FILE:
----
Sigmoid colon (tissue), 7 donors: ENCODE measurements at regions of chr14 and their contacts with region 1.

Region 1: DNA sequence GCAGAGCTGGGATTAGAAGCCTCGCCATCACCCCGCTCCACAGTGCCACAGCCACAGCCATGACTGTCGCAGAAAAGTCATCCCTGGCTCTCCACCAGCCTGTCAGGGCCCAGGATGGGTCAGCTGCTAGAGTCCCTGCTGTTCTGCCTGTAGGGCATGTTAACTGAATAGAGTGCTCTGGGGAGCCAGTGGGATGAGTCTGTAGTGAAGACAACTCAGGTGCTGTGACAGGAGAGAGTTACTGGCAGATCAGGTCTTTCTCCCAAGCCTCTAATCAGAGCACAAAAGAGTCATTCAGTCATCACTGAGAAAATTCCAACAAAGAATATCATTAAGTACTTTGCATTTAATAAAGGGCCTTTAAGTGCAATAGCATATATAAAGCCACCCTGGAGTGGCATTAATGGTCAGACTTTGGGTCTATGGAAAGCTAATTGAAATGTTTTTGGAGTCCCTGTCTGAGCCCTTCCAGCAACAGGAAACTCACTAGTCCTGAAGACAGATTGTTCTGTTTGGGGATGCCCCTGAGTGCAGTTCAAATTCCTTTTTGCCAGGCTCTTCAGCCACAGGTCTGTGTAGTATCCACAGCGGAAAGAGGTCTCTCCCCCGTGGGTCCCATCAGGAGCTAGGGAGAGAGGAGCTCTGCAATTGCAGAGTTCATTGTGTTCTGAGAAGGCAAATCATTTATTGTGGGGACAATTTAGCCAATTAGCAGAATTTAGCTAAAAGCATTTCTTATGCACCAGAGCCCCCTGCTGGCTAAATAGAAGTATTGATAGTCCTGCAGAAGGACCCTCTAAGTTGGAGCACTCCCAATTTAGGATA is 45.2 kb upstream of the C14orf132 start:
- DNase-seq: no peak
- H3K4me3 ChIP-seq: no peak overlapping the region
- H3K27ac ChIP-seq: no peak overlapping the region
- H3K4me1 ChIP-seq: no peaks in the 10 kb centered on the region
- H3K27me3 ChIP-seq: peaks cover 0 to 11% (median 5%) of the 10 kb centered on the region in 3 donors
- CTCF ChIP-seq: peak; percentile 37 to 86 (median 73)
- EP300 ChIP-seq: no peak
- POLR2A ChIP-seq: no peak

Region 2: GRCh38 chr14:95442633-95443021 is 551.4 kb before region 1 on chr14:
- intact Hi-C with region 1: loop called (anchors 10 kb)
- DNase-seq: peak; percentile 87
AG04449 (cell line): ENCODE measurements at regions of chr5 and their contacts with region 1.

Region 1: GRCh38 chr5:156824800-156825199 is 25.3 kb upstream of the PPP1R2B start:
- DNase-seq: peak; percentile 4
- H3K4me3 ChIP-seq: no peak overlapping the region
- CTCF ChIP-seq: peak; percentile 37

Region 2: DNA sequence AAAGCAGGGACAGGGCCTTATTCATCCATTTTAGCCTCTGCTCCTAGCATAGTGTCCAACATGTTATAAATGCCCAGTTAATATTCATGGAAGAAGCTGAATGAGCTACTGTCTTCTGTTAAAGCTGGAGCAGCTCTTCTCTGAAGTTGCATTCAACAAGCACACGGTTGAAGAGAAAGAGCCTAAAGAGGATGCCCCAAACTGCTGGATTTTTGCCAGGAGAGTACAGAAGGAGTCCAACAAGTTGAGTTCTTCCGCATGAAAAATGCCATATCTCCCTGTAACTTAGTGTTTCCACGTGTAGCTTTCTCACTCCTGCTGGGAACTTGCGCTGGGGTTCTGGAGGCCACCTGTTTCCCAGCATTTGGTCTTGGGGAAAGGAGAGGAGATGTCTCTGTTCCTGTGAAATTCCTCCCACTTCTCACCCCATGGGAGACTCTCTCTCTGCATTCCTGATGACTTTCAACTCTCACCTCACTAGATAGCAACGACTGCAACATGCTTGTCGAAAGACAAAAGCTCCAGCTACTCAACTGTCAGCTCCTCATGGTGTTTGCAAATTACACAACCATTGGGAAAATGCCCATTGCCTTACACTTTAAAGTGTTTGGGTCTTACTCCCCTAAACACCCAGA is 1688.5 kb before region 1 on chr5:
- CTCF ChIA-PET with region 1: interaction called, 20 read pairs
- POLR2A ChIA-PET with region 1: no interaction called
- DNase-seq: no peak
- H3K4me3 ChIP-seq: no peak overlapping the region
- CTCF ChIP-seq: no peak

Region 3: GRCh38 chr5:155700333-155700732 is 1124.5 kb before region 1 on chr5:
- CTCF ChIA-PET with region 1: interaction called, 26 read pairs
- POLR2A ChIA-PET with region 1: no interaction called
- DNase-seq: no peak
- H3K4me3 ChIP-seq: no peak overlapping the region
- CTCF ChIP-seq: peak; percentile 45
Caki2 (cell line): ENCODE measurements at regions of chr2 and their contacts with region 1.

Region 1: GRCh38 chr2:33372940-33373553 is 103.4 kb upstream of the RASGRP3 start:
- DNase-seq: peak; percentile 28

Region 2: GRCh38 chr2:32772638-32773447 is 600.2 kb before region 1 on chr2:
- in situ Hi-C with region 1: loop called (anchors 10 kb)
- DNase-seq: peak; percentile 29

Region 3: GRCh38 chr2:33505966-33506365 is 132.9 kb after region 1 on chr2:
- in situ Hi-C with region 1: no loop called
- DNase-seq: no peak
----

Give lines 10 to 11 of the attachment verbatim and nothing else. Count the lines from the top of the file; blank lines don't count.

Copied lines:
- POLR2A ChIP-seq: no peak

Region 2: GRCh38 chr14:95442633-95443021 is 551.4 kb before region 1 on chr14: